Aerobic exercise, such as jogging, improves the body’s oxygen consumption and its use in generating energy (metabolism).
But maximal aerobic power starts to fall steadily from middle age, decreasing by around 5 ml/[kg.min] every decade.
When it falls below aound18 ml in men and 15 ml in women, it becomes difficult to do very much at all without severe fatigue.
In a typical sedentary man, the maximal aerobic power will have fallen to around 25 mil/[kg.min] by the age of 60, almost half of what it was at the age of 20.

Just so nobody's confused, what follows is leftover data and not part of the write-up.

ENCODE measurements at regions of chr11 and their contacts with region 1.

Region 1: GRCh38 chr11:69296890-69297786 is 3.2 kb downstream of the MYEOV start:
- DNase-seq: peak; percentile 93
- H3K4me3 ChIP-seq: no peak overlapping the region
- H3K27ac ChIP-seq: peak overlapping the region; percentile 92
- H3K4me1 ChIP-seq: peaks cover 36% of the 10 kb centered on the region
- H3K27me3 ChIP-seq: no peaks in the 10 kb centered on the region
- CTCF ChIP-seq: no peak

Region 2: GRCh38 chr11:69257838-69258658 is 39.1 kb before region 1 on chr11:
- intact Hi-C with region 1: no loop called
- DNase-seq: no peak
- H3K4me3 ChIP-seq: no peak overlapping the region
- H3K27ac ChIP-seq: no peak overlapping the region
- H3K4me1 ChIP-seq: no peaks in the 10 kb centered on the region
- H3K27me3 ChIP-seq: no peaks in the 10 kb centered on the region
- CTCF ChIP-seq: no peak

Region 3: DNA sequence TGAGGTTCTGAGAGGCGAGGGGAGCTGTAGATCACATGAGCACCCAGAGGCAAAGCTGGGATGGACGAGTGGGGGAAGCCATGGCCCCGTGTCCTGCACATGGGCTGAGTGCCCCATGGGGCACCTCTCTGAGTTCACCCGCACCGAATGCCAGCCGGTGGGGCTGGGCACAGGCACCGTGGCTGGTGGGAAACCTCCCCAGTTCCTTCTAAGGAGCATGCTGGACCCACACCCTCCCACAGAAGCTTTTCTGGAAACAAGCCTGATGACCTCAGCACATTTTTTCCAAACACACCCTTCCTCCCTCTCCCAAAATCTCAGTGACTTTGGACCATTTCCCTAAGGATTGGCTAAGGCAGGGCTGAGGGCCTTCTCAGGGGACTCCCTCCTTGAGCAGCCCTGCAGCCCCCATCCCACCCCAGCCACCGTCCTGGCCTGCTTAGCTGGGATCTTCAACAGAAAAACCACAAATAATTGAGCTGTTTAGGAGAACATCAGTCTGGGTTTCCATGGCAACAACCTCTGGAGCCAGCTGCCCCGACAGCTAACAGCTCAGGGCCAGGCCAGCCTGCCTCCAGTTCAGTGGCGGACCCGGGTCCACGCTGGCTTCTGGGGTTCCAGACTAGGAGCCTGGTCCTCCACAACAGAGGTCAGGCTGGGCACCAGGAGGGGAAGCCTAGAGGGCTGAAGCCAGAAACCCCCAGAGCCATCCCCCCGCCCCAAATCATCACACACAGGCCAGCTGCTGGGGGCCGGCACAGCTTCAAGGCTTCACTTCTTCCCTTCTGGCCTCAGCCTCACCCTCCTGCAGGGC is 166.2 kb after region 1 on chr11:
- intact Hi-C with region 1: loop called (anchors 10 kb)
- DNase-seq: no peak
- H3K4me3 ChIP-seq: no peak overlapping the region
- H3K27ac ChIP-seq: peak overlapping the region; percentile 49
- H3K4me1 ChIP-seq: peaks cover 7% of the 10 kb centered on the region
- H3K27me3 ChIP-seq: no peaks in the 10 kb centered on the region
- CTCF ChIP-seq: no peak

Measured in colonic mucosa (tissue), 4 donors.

But the evidence shows that regular aerobic exercise can slow or reverse the inexorable decline, even in later life.
Research shows that relatively high intensity aerobic exercise over a relatively long period boosted maximal aerobic power by 25%, equivalent to a gain of 6 ml/ [kg.min], or 10 to 12 biological years.
“There seems good evidence that the conservation of maximal oxygen intake increases the likelihood that the healthy elderly person will retain functional independence,” says the author.
The other positive spin-offs of aerobic exercise are reduced risks of serious disease, faster recovery after injury or illness, and reduced risks of falls because of the maintenance of muscle power, balance, and coordination.